boy red hat say no mindfully

The pressure to be kind all the time

“Since I started zazen meditation, I had difficulties to say no. How to say no mindfully?” – One of my friends said in a sharing session. And he is not the only one.

When we practice mindfulness, we seem to be filled with this loving energy. We want the whole world, together with us, to deliver love and compassion. We might wrongly set to ourselves the pressure to be “kind” all the time! Are we contradictory to our loving-kindness when we get angry, shout, refuse to help? How to deal with it?

Why do we say “yes”

Saying yes to things we know we either don’t want to or are unable to do? You got it. It’s called “hedging“. You use phrases like “I don’t know,” “maybe,” and “we’ll see”. You say this, when really your answer is, unequivocally, no”, explained Jae Ellard in his article.

I’m sure you’ve already been in this situation. Invited to a barbecue, you know you are not able to do it, or unwanted to do it. Though you will say: “Well, perhaps, we’ll see”, under the insistent look of our friends or family.

This is probably more so when we practice loving-kindness. Our children are taught love and compassion. We find ourselves loving parents. Our value is calm and peace of mind.

And there are times that our beloved ones look at us with expectations. They really need us. At that moment, we are completely exhausted. But we feel it difficult to send them away and simply say “no”.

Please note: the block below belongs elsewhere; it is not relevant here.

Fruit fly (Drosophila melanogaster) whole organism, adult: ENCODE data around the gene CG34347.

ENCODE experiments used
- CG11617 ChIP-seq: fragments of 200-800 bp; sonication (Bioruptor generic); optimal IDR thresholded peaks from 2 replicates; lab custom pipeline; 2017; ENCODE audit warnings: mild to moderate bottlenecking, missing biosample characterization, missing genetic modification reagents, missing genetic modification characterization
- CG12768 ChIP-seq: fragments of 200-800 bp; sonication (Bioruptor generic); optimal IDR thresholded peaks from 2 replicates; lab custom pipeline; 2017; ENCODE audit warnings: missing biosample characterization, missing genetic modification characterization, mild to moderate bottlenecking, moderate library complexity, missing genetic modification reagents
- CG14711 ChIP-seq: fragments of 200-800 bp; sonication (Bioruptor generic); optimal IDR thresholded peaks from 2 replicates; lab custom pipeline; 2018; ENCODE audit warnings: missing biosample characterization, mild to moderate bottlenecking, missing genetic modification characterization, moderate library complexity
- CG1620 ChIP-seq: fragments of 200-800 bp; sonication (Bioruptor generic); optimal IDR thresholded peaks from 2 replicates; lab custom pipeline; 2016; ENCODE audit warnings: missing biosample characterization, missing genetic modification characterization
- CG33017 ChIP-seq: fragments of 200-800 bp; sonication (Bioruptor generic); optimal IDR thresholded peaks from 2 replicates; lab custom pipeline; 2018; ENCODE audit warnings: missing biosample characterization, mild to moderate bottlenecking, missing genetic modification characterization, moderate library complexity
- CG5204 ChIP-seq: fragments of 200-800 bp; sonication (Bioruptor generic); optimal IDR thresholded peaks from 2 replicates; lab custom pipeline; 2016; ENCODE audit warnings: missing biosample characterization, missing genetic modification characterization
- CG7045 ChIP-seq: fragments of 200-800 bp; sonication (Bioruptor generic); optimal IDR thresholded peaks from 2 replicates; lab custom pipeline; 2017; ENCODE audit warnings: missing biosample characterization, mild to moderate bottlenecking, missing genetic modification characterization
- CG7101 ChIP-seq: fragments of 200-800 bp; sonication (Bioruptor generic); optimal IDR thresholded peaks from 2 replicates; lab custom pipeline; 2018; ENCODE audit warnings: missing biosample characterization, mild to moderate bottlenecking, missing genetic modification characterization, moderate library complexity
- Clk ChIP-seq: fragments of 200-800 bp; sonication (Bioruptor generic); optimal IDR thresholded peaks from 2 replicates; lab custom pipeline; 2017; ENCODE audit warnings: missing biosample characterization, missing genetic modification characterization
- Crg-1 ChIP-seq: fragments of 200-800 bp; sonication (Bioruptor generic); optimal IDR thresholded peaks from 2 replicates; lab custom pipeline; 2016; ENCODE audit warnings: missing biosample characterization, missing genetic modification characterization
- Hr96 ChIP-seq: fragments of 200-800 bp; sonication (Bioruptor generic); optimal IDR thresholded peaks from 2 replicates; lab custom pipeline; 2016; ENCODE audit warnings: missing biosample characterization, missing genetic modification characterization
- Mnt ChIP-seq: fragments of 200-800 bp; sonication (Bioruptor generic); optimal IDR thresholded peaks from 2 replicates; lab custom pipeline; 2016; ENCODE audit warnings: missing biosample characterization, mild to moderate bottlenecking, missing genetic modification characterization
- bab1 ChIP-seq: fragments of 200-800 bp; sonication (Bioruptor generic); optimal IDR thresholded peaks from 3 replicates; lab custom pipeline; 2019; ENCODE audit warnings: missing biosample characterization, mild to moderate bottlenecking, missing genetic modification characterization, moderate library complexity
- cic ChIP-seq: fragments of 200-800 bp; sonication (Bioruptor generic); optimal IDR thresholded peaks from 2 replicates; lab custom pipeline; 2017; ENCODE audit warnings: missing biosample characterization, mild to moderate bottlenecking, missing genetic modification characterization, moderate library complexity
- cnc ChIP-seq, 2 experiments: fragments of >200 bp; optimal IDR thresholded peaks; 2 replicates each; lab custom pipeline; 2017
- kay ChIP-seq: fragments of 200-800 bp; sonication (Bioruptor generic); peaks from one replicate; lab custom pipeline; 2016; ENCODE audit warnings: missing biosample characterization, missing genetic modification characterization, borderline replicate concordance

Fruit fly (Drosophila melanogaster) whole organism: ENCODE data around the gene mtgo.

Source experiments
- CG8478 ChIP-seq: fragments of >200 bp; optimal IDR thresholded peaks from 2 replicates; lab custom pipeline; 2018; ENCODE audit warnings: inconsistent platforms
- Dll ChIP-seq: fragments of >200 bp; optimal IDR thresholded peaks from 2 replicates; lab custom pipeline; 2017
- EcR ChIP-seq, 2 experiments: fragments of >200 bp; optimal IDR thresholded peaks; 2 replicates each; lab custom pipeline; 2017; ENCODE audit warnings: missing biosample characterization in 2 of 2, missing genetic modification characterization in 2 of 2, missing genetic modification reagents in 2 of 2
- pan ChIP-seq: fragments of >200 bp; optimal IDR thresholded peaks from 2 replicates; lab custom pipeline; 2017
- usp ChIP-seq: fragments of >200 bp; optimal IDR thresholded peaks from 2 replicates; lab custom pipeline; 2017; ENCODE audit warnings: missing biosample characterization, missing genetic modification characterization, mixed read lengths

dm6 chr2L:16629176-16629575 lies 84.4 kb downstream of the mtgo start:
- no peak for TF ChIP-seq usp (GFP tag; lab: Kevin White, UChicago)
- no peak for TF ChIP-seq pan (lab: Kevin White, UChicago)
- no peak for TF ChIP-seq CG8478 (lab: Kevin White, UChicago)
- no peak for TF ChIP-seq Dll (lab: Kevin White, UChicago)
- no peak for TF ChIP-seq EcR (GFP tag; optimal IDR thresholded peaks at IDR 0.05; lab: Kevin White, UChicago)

Similarly, at work, we accept to be under the pressure and the power of others. Because we think we’ll gain respect or appreciation for our service.

Should we always say “yes” on whatever others want? Well, the short answer is “No”. Loving someone does not means saying “yes” to all he or she desires. Learn why true mindfulness helps you say “no”

Mindfulness helps you say “NO”

“The foundation of your love for another person is the intimacy with yourself and your own needs”

Thich Nhat Hanh

On the contrary to common belief, successful mindful practices help you say “No” more firmly. It is rather than appearing to be “kind” all the time.

Here are the 3 reasons why.

  • Mindful of who we are, and what we do, we care and love ourselves. We have self-compassion and allow ourselves to rest if we need it. So we can say “no”.
  • Mindful, we have more thoughtful reflection and true conversations with others. We give everybody the space to be heard through deep listening. But we are equally able to explain how we feel. We express truly and mindfully our thoughts.
  • Mindful, our mind is still and calm. We can say “No” in a loving way, without stress and resentment.

Consequently, we feel so good. Such in a way that finally, in the long term, we are healthy, loving, positive. We can then truly be there for our beloved ones.

Learn how to say “no” mindfully with my best tips.

How to say ‘no’ mindfully – 5 useful tips

Remind yourself of the value of “No”

Keep this in mind the power of “no”. This is the first permission you need to give yourself. “It can be scary to speak up for ourselves and say ‘no’. But it is necessary, and setting boundaries is healthy” (Boxofhapiness). Saying “no” when needed, is a sign of respect and love for yourself. And this will inspire the love and respect of others.